Few people are more aware of the human toll taken by our expansive view of the Second Amendment than the mayors of the nation's big cities. But so far, that awareness hasn't translated into effective gun control activism.

Indeed, the recent history of big cities' attempts at gun control is a litany of legislative and courtroom failures and futility that have only served to strengthen gun rights. Washington and Chicago attempted to ban handguns within their jurisdictions, but the Supreme Court rejected both ill-conceived laws within the last four years. In the Chicago case, the court explicitly confirmed for the first time that the individual right to keep and bear arms applies to the states.

Philadelphia's legislative gun control gambits have been far less consequential, if only because they are plainly in violation of state law. That didn't stop Mayor Nutter from signing a package of gun control ordinances in 2008, but it has stopped the city's prosecutors from enforcing the laws.

Urban problem

How about the political pulpit, then? Surely the mayors of the cities most affected by gun violence, including Philadelphia, would make for effective gun control ambassadors. Right?

Not so much. When big-city mayors make themselves the public faces of gun control - think Michael Bloomberg, Chicago's Rahm Emanuel, and potentially Nutter - it appears only to make it easier for suburban and rural residents to dismiss gun violence as an urban problem that need not concern them.

After all, the national political momentum for increased gun control - inasmuch as it exists - picks up only after suburban massacres like the one last month in Newtown, Conn. Nationwide public opinion on guns is unmoved by the daily violence that afflicts Philadelphia and other big cities.

But there might be a third option for mayors, one that Nutter outlined this week. It seeks to use the financial clout of public pension funds to encourage gun and ammunition manufacturers - and, critically, the retail outlets that sell their wares - to throw their support behind gun control measures.

This is an untested idea, and it's not at all clear that it will work. But it seems to me to have a better chance than clearly illegal legislation or another speech about inner-city violence from another mayor trying to reach suburban and rural Americans who just aren't listening.

Even in its sadly depleted state, Philadelphia's pension fund is worth about $4.2 billion. New York City's has about $126 billion under management. Chicago's has about $13.5 billion. You get the picture: This is serious money, and it won't do companies any good to lose big pension funds as investors.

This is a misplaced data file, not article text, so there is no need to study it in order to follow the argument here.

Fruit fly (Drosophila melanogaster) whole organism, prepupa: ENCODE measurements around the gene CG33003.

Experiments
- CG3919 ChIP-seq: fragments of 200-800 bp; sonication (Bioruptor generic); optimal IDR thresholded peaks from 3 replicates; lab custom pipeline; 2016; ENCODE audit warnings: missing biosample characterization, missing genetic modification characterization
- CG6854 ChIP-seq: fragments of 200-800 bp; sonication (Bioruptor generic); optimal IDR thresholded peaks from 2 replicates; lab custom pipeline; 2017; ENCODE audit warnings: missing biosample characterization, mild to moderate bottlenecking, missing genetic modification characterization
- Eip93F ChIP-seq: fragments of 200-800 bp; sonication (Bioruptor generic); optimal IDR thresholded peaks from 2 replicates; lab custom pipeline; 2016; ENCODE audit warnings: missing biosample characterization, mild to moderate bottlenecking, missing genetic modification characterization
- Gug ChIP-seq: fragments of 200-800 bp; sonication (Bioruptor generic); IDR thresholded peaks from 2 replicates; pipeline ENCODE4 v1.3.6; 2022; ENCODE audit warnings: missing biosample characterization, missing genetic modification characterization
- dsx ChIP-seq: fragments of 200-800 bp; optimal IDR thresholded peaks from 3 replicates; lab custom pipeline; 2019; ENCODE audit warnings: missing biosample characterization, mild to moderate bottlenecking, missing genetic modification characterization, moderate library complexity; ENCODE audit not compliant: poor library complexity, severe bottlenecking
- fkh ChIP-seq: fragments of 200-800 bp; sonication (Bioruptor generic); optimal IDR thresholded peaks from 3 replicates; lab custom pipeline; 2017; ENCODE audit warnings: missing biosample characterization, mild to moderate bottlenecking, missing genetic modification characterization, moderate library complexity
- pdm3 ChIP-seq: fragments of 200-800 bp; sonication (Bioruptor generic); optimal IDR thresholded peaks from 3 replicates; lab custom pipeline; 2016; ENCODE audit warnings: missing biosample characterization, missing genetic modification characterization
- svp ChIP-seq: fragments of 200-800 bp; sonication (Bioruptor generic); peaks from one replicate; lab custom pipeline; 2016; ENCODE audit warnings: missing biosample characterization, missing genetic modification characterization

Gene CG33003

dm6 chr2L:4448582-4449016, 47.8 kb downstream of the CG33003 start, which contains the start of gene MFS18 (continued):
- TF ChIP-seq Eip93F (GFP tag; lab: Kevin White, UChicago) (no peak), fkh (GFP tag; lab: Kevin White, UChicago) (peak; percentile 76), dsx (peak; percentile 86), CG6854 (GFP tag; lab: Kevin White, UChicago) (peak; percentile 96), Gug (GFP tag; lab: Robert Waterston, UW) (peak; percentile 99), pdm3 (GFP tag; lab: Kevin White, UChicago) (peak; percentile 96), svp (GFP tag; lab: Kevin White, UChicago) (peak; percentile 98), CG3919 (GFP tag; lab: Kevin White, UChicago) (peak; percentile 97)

Now, for manufacturers of semiautomatic weapons, Nutter's proposal - along with similar ones in other cities - is a laugher. They'll seek investors elsewhere.

But what about retailers like Walmart, the nation's largest firearms seller? Would Walmart voluntarily stop selling semiautomatic rifles in the face of massive sell-offs of its stock by pension funds?

Nutter is calling his initiative the "Sandy Hook Principles." No doubt his heart aches for the victims of that massacre. But he could just as easily have called it the "22d Police District Principles," after the North Philadelphia district where 46 people were murdered and 188 were shot in 2011.

Some surely think it's crass for big-city mayors to use the opportunity created by a mass shooting of innocent kids in the suburbs to push for reforms that would likely do more to curb urban street violence. But what would you do if you were a mayor who believes easy access to guns is a central reason for the violence racking your city?

True, some public officials use the Second Amendment as a too-easy excuse for violence in their cities. There was a sense in the waning days of the Street administration that the mayor and police commissioner had thrown up their hands, partly because of the easy availability of guns.

Dispiriting trend

Nutter hasn't done that. Yes, he sees guns as part of the problem. But he has also changed up policing strategy and lectured parents ad nauseam about their role in preventing youth violence.

For a while there, something was working. Shootings and homicides both dropped sharply during Nutter's first two years in office. But the decline has stalled, and homicides have increased slightly in each of the last three years.

Would widespread adoption of Nutter's Sandy Hook Principles by pension funds reverse that dispiriting trend? I hope we get the chance to find out.

Patrick Kerkstra is a freelance journalist and former Inquirer staff writer. He can be reached at Patrick@PatrickKerkstra.com, or on Twitter at @pkerkstra.